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|dc.identifier||Journal of Positive Behavior Interventions 11(4): 198-207, Oct 2009||-|
|dc.description||Video modeling has been suggested as a powerful treatment tool that has concentrated on increasing a variety of skills in children with autism. However, it has rarely been examined as a behavioral procedure for eliminating kinds of behaviors (e.g., noncompliance), a target that is often included in children’s support plans. The present study provides preliminary effects of video modeling on establishing instructional stimulus control over a simple behavior (cleaning up a toy) that required the termination of an ongoing activity. Three children with autism participated, and experimental control was accomplished using a multiple-baseline-across-subjects design. The results showed that this procedure can be effective for children with lower baseline levels of disruptive behaviors and more developed imitation skills. Successful responding generalized across stimuli and subjects and was maintained at a 1-month follow-up assessment. Specific guidelines for building video modeling into real teaching situations are also discussed.||-|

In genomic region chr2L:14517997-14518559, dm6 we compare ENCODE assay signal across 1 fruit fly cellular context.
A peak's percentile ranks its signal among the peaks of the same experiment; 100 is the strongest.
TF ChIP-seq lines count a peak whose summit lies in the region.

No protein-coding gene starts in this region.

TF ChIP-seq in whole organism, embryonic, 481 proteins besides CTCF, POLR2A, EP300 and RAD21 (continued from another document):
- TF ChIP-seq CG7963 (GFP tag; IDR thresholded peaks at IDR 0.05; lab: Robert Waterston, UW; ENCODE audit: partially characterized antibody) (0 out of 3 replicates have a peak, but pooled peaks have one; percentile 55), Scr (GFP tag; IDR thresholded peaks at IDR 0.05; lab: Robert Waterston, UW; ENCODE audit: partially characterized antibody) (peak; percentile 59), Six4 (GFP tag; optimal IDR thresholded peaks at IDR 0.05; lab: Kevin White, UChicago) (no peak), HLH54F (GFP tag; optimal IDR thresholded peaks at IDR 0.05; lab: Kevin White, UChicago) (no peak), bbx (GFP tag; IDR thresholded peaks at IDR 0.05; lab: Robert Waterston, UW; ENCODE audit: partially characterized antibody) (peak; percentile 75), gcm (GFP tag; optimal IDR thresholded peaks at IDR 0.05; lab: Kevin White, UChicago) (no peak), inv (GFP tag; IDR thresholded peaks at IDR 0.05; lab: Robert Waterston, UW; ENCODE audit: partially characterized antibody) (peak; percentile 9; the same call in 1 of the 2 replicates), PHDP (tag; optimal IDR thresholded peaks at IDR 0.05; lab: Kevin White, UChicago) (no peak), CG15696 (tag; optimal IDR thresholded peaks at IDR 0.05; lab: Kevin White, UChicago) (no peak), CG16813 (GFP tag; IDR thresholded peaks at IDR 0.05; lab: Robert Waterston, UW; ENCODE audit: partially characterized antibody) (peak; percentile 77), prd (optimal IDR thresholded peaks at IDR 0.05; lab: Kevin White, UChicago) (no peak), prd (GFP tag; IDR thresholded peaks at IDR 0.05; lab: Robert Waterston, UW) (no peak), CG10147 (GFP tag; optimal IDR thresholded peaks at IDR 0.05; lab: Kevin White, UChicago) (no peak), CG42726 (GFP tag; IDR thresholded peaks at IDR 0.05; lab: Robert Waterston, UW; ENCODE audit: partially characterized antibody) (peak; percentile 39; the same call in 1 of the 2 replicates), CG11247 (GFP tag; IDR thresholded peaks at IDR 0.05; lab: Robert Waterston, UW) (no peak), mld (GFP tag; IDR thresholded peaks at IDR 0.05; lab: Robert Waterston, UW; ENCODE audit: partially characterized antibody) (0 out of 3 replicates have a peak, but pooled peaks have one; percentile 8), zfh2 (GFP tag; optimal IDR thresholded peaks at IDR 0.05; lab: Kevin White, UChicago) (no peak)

|dc.subject||Instructional stimulus control||-|
|dc.title||Generalized effects of video modeling on establishing instructional stimulus control in children with autism: Results of a preliminary study||-|
|Appears in Collections:||Dept of Clinical Sciences Research Papers|
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